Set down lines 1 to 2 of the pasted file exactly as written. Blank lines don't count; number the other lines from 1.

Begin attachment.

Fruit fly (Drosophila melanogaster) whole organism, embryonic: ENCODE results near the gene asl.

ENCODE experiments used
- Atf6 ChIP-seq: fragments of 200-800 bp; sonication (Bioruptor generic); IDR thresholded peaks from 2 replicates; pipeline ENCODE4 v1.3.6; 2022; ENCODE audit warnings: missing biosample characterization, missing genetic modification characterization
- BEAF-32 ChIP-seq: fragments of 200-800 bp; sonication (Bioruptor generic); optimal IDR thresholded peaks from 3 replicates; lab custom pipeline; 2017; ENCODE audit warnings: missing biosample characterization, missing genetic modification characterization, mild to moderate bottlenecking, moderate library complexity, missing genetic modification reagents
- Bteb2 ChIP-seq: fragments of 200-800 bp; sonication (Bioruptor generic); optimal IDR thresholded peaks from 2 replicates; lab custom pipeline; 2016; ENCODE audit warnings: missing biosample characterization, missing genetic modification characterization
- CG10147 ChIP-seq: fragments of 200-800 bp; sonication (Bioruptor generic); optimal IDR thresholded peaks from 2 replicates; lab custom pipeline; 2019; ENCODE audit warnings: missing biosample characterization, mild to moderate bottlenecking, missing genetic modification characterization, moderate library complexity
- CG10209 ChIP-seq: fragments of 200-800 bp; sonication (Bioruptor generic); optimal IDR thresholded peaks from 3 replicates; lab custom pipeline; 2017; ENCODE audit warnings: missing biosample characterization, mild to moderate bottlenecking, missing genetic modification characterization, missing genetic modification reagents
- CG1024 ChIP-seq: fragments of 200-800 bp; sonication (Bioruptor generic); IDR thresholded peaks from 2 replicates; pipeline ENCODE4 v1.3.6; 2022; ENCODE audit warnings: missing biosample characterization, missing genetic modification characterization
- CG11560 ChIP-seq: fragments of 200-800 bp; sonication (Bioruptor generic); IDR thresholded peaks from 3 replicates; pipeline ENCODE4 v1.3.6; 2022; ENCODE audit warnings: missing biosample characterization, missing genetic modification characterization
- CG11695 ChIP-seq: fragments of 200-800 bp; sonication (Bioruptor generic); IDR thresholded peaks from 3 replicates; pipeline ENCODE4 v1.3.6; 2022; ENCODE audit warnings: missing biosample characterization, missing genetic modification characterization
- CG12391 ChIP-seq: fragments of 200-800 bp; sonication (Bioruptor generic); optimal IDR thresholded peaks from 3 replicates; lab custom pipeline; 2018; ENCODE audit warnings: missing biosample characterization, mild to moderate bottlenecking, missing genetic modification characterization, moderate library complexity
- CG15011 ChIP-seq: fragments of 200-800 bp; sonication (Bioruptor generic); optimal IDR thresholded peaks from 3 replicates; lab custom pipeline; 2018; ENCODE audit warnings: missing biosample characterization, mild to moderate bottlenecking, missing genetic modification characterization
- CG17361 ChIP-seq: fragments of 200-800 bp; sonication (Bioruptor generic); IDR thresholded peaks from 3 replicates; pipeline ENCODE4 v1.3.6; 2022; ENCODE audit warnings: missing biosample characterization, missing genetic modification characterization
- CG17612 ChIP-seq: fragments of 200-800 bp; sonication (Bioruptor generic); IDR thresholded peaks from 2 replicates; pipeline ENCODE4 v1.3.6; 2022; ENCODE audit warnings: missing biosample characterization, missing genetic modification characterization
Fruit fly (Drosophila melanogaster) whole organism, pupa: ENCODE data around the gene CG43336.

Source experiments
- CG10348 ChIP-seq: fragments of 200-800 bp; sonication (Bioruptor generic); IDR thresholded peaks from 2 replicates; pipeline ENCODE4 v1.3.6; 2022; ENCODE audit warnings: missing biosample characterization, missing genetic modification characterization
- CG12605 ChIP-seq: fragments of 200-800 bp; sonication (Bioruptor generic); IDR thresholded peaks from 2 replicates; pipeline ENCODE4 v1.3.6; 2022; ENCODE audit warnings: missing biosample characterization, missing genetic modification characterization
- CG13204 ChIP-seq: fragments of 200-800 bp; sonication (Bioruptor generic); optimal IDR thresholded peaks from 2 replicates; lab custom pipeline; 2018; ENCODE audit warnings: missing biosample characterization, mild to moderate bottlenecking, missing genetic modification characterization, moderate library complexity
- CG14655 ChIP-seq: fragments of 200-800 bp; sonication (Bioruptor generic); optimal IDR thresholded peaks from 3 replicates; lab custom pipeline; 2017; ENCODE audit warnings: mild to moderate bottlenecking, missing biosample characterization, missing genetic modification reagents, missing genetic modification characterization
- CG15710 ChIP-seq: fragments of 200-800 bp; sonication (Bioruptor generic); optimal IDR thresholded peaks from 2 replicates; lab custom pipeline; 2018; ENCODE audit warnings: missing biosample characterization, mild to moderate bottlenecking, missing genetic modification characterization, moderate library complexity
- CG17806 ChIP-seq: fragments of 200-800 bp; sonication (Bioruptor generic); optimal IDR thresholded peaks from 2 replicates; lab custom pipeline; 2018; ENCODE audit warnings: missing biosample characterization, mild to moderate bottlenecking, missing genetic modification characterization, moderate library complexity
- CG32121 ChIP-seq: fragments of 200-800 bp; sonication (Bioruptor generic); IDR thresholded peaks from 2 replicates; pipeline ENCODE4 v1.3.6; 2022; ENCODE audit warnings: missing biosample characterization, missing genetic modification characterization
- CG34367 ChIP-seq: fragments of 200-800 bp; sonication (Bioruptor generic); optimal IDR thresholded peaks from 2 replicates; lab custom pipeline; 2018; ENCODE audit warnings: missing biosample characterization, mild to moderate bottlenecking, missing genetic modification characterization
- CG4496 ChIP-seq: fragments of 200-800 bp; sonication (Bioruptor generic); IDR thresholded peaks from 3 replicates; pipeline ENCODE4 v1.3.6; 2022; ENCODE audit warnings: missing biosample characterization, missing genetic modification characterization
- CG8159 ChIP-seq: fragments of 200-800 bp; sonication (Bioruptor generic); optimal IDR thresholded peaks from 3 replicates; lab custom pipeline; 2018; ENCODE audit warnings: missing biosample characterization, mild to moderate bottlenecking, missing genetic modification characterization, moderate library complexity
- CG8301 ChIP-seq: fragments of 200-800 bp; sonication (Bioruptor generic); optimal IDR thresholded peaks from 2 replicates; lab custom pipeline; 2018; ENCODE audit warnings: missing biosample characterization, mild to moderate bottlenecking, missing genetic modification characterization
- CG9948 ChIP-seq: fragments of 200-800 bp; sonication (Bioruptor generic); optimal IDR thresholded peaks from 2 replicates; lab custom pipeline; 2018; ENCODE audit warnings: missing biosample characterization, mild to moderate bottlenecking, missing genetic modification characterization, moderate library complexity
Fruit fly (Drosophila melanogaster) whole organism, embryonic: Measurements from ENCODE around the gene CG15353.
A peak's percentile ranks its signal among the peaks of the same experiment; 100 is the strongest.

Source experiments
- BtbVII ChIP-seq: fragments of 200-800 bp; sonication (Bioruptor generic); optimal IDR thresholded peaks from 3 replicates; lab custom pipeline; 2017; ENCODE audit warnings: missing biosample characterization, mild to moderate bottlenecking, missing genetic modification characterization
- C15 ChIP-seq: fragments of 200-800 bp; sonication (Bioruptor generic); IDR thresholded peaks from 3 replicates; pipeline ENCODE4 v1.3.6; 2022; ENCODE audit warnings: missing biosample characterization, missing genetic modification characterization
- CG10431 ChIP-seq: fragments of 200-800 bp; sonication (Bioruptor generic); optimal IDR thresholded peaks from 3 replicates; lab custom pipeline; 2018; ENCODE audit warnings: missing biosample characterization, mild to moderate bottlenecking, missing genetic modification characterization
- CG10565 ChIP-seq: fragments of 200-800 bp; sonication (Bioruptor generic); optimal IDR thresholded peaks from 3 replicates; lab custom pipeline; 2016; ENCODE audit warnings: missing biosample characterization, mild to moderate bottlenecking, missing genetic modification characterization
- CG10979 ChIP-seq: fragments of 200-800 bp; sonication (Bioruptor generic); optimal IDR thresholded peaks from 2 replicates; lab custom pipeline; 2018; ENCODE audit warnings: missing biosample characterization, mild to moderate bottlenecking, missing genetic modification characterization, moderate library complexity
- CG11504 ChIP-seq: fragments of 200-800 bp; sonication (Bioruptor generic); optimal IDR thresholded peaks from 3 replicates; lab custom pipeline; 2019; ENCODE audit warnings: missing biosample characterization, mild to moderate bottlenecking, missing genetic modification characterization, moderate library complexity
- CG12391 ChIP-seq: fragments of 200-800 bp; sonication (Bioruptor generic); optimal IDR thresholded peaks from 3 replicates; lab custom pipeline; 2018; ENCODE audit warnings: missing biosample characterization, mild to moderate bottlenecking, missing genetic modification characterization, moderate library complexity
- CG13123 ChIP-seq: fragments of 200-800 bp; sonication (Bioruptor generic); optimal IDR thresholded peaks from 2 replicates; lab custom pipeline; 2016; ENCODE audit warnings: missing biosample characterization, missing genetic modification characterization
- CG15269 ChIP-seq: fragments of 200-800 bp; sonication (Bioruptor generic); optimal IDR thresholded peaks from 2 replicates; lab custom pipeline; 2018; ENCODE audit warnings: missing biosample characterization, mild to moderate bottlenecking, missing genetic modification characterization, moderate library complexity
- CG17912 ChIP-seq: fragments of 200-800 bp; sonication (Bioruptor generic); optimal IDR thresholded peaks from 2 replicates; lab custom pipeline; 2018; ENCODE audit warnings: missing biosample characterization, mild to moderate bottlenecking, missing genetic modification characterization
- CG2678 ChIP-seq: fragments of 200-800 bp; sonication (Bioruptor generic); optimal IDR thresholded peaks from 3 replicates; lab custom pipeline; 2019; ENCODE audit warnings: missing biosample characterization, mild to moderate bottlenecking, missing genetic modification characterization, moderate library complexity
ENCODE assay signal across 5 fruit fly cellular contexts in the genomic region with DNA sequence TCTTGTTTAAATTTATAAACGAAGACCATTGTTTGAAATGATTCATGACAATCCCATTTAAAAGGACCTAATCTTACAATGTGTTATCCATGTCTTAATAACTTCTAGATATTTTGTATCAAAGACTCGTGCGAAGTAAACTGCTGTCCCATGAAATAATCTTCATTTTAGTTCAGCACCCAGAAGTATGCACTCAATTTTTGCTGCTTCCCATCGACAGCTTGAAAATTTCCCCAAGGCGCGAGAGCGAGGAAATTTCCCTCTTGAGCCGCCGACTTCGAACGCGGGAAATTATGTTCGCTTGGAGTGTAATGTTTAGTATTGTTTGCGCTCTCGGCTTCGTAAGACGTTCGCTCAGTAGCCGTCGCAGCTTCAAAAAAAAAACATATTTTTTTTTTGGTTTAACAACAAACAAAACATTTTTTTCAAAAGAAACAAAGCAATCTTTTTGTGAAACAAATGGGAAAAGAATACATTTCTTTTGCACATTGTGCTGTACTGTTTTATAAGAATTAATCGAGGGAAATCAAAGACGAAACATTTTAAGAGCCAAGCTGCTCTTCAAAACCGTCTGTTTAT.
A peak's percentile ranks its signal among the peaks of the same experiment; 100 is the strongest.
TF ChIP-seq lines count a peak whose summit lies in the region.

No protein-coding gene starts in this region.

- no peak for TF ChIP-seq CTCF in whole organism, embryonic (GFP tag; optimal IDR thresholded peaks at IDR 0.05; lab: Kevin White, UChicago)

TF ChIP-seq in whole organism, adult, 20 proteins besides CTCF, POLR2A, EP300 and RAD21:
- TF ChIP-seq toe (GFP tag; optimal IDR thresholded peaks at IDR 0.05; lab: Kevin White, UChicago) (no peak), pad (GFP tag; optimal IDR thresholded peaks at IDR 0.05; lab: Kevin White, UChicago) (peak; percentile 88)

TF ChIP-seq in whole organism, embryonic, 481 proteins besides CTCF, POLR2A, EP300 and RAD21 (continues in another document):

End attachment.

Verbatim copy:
Fruit fly (Drosophila melanogaster) whole organism, embryonic: ENCODE results near the gene asl.

ENCODE experiments used